But isnt it still too risky to put all ones faith in one company? In countries like Singapore or Hong Kong, Is it possible to have one representative company because they are highly connected markets? And in bigger counties like India or China, one company cannot have access to all regions

It is much clearer and simpler for me to have only one path for each country in ev­ery aspect. And I believe that if both com­panies have faith in each other, together we can change the textile industry into a much more systematically organized dual entity. For instance, the Chinese company.


that we have now selected already has their own regional branch for many major cities in China. So it is still possible to go through that main path and distribute all over China. Contrary to what most people may think, the textile industry is actually a small world, so I believe YOUNGWOO Global Communication definitely has room to grow.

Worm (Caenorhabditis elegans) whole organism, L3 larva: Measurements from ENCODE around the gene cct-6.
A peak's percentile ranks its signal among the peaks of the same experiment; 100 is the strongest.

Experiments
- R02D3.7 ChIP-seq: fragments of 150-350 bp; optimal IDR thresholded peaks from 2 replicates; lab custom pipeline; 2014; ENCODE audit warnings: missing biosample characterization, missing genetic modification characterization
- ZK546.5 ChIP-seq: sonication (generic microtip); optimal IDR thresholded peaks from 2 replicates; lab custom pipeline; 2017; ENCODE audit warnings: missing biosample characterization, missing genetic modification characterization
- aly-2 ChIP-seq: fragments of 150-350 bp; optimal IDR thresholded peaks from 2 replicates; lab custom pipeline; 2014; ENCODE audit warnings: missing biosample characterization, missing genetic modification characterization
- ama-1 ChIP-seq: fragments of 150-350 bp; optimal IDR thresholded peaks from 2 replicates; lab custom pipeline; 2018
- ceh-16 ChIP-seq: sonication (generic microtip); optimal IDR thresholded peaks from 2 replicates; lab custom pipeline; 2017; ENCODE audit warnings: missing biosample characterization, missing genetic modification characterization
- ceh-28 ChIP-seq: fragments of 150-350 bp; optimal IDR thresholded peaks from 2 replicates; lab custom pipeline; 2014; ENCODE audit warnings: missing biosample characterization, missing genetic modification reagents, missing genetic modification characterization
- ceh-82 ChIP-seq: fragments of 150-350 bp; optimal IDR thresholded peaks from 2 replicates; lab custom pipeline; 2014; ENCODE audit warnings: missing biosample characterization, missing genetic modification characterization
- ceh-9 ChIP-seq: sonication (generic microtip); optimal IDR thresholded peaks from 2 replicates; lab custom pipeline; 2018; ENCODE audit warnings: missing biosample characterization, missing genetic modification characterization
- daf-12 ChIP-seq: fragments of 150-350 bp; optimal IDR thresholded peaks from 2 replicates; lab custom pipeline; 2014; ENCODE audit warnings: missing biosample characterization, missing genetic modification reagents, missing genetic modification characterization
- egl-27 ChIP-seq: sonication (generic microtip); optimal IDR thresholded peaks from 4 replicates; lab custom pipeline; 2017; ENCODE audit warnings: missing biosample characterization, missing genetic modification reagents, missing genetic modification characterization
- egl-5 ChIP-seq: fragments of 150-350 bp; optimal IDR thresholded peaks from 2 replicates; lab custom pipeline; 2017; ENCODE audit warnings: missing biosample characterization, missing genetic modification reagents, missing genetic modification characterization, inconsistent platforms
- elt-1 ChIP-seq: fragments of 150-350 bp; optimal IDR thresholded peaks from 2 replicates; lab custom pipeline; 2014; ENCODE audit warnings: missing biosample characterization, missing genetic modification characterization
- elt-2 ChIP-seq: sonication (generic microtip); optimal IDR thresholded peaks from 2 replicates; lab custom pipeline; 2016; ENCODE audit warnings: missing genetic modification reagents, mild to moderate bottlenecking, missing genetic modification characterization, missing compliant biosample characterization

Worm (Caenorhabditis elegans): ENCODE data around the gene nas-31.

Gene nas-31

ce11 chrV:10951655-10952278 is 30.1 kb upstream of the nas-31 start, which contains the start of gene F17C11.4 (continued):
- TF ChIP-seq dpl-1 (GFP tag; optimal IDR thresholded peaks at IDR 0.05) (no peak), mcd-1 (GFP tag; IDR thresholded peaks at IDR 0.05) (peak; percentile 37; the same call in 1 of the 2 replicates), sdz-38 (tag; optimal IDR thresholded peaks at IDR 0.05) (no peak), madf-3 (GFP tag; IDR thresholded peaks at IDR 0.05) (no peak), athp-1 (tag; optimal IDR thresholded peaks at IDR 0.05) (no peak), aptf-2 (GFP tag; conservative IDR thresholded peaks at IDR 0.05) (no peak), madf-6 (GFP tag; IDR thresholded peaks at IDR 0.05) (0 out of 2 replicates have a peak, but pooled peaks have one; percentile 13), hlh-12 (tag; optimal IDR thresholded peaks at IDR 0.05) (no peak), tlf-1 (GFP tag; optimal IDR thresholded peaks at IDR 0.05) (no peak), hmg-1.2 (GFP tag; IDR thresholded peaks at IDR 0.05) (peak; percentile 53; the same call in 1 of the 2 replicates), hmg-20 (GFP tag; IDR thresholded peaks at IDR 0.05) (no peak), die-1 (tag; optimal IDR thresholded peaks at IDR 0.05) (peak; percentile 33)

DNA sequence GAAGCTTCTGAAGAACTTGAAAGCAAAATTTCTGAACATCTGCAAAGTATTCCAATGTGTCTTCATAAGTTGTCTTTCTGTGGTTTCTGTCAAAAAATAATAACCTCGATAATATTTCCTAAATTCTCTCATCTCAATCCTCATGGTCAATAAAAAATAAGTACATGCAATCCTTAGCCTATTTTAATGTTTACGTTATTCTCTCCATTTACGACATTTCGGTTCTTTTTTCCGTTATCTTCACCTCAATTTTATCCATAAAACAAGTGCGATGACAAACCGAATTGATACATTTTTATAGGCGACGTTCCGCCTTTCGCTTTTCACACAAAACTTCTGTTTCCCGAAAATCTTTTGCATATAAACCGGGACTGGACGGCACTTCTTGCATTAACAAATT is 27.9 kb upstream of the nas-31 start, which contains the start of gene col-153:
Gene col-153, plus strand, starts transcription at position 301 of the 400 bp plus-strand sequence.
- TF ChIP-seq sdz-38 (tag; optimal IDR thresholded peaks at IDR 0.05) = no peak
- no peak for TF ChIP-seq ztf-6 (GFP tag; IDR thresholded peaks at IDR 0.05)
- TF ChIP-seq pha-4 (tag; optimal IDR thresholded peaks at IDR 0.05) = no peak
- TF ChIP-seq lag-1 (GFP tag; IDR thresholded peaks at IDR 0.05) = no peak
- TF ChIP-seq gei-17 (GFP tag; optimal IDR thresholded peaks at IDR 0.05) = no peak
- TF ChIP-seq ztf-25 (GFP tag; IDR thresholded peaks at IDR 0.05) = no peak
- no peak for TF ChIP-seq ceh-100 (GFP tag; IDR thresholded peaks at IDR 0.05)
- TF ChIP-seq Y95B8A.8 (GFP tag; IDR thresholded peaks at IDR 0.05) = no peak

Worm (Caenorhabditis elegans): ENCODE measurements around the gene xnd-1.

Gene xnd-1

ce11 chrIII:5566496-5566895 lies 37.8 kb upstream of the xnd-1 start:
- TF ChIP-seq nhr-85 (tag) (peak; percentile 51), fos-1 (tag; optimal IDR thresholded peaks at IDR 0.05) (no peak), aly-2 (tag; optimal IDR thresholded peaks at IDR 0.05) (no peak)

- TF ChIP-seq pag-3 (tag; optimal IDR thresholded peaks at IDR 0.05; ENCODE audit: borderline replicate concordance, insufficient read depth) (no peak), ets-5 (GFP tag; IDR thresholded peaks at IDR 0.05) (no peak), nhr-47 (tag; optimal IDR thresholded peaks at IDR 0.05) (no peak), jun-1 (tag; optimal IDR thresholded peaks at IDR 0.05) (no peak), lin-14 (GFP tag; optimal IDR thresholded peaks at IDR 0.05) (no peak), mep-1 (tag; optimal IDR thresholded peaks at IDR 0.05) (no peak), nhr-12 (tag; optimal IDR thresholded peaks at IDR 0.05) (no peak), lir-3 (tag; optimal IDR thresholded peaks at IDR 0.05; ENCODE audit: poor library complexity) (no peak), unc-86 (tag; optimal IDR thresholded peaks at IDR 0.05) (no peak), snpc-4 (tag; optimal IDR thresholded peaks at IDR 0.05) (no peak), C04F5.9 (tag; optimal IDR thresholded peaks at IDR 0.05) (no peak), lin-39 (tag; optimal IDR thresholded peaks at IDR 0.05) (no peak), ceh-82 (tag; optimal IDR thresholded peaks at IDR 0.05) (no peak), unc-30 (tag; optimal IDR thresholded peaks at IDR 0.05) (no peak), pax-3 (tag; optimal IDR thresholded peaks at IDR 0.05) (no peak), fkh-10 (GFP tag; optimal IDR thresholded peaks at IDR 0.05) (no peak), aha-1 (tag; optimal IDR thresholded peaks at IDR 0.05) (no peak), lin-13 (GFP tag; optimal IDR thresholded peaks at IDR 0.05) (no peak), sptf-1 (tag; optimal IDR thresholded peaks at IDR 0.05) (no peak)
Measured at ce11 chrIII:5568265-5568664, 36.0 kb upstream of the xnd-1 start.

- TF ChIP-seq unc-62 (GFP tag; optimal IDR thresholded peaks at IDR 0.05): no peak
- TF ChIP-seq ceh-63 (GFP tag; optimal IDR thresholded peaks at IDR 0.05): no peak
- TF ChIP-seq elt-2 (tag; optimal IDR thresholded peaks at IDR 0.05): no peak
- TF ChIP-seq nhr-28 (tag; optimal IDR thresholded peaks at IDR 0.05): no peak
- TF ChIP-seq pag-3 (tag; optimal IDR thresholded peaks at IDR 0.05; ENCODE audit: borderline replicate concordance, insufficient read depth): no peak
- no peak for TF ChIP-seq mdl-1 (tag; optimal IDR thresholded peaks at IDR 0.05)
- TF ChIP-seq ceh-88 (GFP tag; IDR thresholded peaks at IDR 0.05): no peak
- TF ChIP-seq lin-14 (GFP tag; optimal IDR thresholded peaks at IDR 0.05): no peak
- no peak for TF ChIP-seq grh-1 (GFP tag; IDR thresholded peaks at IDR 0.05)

Please name some important countries where you already have an MOU or where you are planning to have one.

There are number of countries that we are trying to work with and some of them we have already signed MOUs. We have al­ready signed an MOU for China and Taiwan, and we are already in touch with companies in Italy, France, Russia, and Germany. With Japan, our Japanese partner has already been working with us. And we are now in the process of planning and developing for India, the United States, Brazil, the Republic of South Africa, and so on.

Many Koreans find it difficult to do business in China. According to recent media reports, many Korean companies are coming back from China and they are relocating to Southeast Asia. What do you think of this?